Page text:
Dr Matthew Maurer: LEO Cohort Shows Effects of DLBCL Trial Inclusion Criteria on Participant Diversity

Building equitable clinical trials means being thoughtful about trial design and criteria, said Matthew J. Maurer, DSc, statistician at Mayo Clinic, director of the statistics and informatics core of the Lymphoma Epidemiology of Outcomes (LEO) cohort.

Matthew J. Maurer, DSc, statistician at Mayo Clinic, director of the statistics and informatics core of the Lymphoma Epidemiology of Outcomes (LEO) cohort, discusses the cohort's findings and implications, including that up to a quarter of patients are excluded from frontline clinical trials of diffuse large B-cell lymphoma (DLBCL) based on 5 organ function lab values.


What 5 lab values were included in the LEO cohort, and what differences did you find based on race or ethnicity?

The 5 lab values that we looked at related to organ function were hemoglobin, neutrophil count, creatinine clearance, bilirubin, and platelets.

We did see very significant differences in some of these lab values by race and ethnicity. For example, Black patients had significantly lower hemoglobin than White patients in the LEO cohort. In addition, Black patients also had significantly higher creatinine levels compared to White and other minority patients in the study. Depending on what the criteria that were applied in terms of the cut offs on the trials, these criteria may have excluded patients differently based on race and ethnicity.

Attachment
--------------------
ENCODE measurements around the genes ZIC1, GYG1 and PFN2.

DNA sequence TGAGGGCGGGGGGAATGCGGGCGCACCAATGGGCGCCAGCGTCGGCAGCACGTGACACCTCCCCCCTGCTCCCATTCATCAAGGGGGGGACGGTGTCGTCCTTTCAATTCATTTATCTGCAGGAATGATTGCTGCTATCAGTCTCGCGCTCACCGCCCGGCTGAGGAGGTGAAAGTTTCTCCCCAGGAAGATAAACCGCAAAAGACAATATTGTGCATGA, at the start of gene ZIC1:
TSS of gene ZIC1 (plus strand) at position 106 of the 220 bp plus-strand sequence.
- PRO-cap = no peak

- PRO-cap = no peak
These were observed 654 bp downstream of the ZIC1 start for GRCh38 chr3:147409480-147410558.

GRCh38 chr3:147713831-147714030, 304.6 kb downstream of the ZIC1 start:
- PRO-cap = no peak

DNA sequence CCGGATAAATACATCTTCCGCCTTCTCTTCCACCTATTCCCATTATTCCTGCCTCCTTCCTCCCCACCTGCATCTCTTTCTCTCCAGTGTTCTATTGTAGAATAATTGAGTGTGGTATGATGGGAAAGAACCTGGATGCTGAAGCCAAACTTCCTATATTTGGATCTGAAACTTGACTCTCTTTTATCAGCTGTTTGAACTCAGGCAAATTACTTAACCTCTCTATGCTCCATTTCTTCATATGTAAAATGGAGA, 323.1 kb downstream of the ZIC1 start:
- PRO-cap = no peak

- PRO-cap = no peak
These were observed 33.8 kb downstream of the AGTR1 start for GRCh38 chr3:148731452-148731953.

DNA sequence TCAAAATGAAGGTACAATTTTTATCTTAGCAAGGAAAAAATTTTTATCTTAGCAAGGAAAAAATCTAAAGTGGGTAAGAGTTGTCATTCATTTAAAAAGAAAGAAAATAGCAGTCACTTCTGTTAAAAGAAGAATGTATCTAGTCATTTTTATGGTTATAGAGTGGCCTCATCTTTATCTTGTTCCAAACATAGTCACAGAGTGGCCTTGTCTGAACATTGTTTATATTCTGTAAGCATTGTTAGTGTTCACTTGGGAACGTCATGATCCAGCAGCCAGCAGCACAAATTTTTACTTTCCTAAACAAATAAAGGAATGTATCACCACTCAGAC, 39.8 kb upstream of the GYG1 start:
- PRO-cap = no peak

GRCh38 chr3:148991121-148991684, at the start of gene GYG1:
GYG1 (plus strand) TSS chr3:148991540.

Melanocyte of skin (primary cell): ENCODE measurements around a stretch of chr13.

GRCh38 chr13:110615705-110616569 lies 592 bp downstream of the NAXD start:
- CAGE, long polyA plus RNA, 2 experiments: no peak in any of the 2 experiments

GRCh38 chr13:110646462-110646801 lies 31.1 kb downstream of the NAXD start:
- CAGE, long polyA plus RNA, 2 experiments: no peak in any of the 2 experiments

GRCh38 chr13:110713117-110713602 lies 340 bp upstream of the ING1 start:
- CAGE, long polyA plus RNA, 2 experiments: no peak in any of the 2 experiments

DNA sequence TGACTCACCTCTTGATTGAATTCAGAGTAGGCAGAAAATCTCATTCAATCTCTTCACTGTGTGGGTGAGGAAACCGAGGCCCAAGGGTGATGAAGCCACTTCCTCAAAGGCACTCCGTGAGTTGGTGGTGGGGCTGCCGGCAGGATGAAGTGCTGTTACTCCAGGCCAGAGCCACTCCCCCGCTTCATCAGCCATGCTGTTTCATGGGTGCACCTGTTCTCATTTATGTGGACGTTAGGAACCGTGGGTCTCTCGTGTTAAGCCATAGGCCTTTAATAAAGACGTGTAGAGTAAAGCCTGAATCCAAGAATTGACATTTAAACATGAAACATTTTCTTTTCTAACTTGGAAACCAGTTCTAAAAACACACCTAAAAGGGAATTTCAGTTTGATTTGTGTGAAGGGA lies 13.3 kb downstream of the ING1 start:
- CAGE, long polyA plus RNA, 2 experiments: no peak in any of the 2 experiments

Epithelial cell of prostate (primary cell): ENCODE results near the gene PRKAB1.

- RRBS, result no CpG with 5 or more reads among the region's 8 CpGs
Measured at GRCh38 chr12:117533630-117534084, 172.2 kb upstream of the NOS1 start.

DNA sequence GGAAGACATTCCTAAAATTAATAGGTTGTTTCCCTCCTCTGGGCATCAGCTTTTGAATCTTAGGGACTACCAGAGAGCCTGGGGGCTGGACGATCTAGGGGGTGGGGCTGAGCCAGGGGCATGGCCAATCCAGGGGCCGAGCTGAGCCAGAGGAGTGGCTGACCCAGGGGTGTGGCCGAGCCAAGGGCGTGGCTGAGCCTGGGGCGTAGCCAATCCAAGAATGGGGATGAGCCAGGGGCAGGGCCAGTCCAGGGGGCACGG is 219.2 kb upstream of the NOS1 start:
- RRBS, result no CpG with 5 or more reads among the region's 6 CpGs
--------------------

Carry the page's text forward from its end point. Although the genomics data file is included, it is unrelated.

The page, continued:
What other differences by race and ethnicity did you find in patients with DLBCL?

Strikingly, Black patients were much younger than White patients with DLBCL who enrolled in the LEO cohort. Median age for Black patients with DLBCL in our cohort was 51 years compared to 65 in White patients. So, despite the fact that Black patients were significantly younger, had better kidney function than White patients on trials, Black patients were excluded from trials based on these organ function labs at a much higher rate.

Were some trials you looked at more restrictive than others?

It's interesting that these clinical trials can have a fair amount of variation in how these criteria are set, so that's why we looked at a number of recent phase 3 clinical trials in frontline DLBCL. For example, for hemoglobin, some studies used a cutoff of 9 grams per deciliter, some used 10, some didn't have a hemoglobin cutoff at all, it was not part of the exclusion criteria. So I think we need to be really thoughtful about where these values come from and how we build the eligibility criteria on our trials because, as we showed in our study here within the LEO cohort, these choices have a huge impact on the patients that can go on the trials. And we're seeing quite a bit of inequity in how these are set in terms of, they have differential impact across racial and ethnic groups. To build equitable trials moving forward, we need to be really thoughtful about how we're designing studies and what these criteria are.

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